Google Versus the World
Salvatore "Sam" is a member of The Motley Fool Blog Network -- entries represent the personal opinion of the blogger and are not formally edited.
With shares of Google (NASDAQ: GOOG) trading above $800, and the company attracting a level of interest reminiscent of Apple (NASDAQ: AAPL) at its peak, investors may be wondering how to judge Google’s business.
Google is unique in the tech world in that it is a company literally attempting to do virtually everything. Fortunately, Google does many of these things quite well. But unfortunately, the company has conflicts of interest with just about every other major tech company. Is Google’s massive scope a benefit, or will its squabbles with rivals be its undoing?
Google challenges Apple mostly in mobile
When it comes to its rivalry with Apple, the two companies’ major clash remains in the mobile computing space. Android is the biggest competitor to Apple’s iOS; phones and tablets running Android have been the biggest threat to Apple’s iPhone and iPad.
Even on Apple’s iDevices, Google retains somewhat of a foothold -- its gmail and Google Maps remain staple apps for many of Apple’s customers.
On a global basis, Google’s Android has a larger market share than Apple’s iOS (about 70% to 20%), but in the U.S., Apple remains king. And critics of Android have pointed out that market share numbers are inflated by a plethora of cheap, low-quality phones whose owners barely utilize their devices.
In Google’s perfect world, the variety of Android phones and tablets eventually overwhelms Apple’s iDevices, giving Google a solid hegemony in the mobile space. But if things go awry, Google’s Android could end up fragmented and fail.
Microsoft might be Google’s biggest rival
Most consumers might see Apple as Google’s largest rival, but really, Microsoft (NASDAQ: MSFT) is a bigger threat to Google (and vice versa).
Microsoft is Google’s only real competition in its primary business: search. Bing remains a distant second to Google, but it’s largely a two-horse race.
And while Microsoft has challenged Google on search, Google has begun to target Microsoft’s Office business. Google Docs, although stripped down, is a fairly robust alternative to Microsoft Office for the typical user.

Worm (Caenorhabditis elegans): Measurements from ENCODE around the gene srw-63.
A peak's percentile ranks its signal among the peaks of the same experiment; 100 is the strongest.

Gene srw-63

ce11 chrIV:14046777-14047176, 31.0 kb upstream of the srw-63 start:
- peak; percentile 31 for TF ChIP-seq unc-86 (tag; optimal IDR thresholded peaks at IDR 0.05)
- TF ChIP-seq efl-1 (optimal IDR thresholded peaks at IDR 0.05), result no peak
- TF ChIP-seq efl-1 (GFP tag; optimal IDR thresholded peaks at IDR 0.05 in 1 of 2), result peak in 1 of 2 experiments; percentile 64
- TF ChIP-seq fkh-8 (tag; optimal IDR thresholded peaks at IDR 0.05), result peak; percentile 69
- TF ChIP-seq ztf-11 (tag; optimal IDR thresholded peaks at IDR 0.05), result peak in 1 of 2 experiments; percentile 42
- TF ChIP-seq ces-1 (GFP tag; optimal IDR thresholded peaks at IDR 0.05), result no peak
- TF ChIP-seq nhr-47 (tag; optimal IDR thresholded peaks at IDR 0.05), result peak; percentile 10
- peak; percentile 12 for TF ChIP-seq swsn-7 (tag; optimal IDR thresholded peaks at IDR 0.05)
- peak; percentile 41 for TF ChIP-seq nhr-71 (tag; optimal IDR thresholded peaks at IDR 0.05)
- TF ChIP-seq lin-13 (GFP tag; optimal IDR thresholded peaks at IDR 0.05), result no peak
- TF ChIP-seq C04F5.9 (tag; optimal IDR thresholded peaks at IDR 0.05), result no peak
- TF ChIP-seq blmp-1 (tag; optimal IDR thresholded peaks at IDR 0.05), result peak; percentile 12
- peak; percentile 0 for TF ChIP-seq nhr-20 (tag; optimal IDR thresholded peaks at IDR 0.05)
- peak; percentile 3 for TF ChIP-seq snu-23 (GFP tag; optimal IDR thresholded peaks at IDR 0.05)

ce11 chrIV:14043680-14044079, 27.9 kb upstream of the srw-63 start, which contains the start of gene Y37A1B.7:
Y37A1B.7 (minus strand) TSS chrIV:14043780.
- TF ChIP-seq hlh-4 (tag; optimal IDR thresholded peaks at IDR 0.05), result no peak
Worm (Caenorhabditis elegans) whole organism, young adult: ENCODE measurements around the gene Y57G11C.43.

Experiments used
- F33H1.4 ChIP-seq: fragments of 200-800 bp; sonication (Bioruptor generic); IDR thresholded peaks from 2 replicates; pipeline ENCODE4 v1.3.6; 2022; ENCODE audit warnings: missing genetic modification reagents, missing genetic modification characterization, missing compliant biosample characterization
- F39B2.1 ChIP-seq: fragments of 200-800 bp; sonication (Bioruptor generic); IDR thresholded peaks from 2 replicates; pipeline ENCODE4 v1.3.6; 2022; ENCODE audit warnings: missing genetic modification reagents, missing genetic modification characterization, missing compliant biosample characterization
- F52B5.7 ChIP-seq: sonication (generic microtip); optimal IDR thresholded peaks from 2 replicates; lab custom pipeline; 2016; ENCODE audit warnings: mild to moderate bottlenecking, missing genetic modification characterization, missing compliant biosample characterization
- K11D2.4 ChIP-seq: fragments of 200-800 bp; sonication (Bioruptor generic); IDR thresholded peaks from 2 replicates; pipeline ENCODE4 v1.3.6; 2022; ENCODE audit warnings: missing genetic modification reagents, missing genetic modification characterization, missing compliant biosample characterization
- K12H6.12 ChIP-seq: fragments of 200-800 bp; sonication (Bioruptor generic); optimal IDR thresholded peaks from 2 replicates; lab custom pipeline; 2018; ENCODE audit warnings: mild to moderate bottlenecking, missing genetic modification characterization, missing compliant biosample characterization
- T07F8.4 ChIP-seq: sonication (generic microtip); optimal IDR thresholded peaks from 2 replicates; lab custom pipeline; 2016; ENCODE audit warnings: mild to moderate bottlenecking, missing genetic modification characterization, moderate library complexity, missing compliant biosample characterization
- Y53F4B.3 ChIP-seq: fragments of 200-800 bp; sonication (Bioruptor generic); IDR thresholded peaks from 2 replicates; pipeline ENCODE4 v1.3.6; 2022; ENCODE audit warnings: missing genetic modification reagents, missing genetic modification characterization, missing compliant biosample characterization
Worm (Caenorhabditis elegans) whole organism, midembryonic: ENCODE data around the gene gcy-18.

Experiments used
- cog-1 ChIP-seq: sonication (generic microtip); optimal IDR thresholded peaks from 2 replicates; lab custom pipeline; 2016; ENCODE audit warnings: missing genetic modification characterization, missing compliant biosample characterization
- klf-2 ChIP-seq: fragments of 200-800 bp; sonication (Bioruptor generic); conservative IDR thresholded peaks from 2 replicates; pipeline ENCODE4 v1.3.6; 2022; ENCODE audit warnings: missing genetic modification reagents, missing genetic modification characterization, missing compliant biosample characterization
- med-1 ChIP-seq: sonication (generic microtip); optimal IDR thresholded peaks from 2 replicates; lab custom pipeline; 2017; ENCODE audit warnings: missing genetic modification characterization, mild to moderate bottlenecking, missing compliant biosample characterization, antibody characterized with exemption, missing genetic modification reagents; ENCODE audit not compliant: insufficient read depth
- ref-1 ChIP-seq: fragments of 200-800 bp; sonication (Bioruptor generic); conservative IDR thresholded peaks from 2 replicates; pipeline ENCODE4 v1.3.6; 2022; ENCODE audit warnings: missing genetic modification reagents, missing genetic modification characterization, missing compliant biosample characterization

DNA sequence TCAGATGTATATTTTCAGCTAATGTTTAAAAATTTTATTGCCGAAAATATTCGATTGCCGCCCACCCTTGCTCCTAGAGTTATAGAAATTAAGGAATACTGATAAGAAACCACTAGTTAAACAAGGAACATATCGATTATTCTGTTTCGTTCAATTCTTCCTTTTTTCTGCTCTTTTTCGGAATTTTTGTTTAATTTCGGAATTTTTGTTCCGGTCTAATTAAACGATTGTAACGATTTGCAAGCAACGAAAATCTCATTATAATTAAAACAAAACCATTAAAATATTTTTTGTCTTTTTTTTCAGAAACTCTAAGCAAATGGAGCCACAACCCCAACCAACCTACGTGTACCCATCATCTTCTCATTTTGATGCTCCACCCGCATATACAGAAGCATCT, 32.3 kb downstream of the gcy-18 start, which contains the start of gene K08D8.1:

Google has even begun to challenge Microsoft in the desktop arena. Chrome OS, which started off as cute side project, has morphed into a legitimate desktop operating system. Admittedly, it still fails to satisfy the needs of power users, but Google has gone so far as to incorporate touch-input (Microsoft’s big Windows 8 innovation) into the latest version.
Google+ is a distant second to Facebook, but animosity is there
Like Bing to Google search, Google+ is hardly a threat to Facebook (NASDAQ: FB) -- at least for now.
But Google seems intent on being a competitor in social. If its advances with Chrome OS are any indication, Google+ might one day pose a serious threat to Facebook.
Consequently, Facebook has turned somewhat of a cold shoulder to Google.
When Facebook unveiled Graph Search back in January, it partnered with Bing -- not Google -- for its external search capabilities. If someone using Graph Search can’t find what they want, it runs the search on Bing’s engine.
The cold shoulder goes both ways, however. Business Insider points out that Google executives are careful never to identify Facebook by name when speaking in public.
Even Google’s Ally Samsung could soon become a competitor
While Google’s feuds with Apple, Facebook and Microsoft might be seen as normal battles within an industry, there is growing speculation that Google could soon find itself fighting against one of its biggest partners: Samsung.
Samsung has used Google’s Android operating system to become a dominant player in the smartphone industry. Along with Apple, it’s the only company that’s actually profitable making phones.
But its success may have gone to its head. The Wall Street Journal reported Monday that Google executives are concerned Samsung might “flex its muscle to renegotiate...arrangements and eat into Google’s lucrative mobile-ad business.”
Ultimately, as I previously wrote, I don’t believe the companies will split up. But if they do, Google could find itself fighting a civil war within its Android ecosystem.
Positives and negatives to Google’s strategy
Investors might look at these issues and come to the conclusion that Google is an ambitious and aggressive company. It remains dominant in search, and though its other projects may take time to develop, they have shown rapid progress.
On the other hand, fighting a war on so many fronts might be Google’s undoing. Apple is attempting to create a better version of Google Maps and has sued Google’s Android allies in court; Microsoft is currently running an extensive ad campaign against both Google search and gmail; Facebook’s Graph Search could undermine Google’s core business; and Samsung, the dominant Android maker, could abandon or go against Google.
Having tentacles in so many sectors makes Google resistant to failure. If Google+ goes down it flames, it will hardly affect the company. Compare that to Facebook, which would plunge into irrelevancy if its website went the way of MySpace.
In the end, investors in Google must ask themselves one question: is the company stretched too thin?
joekurtz has no position in any stocks mentioned. The Motley Fool recommends Apple, Facebook, and Google. The Motley Fool owns shares of Apple, Facebook, Google, and Microsoft. Try any of our Foolish newsletter services free for 30 days. We Fools may not all hold the same opinions, but we all believe that considering a diverse range of insights makes us better investors. The Motley Fool has a disclosure policy. Is this post wrong? Click here. Think you can do better? Join us and write your own!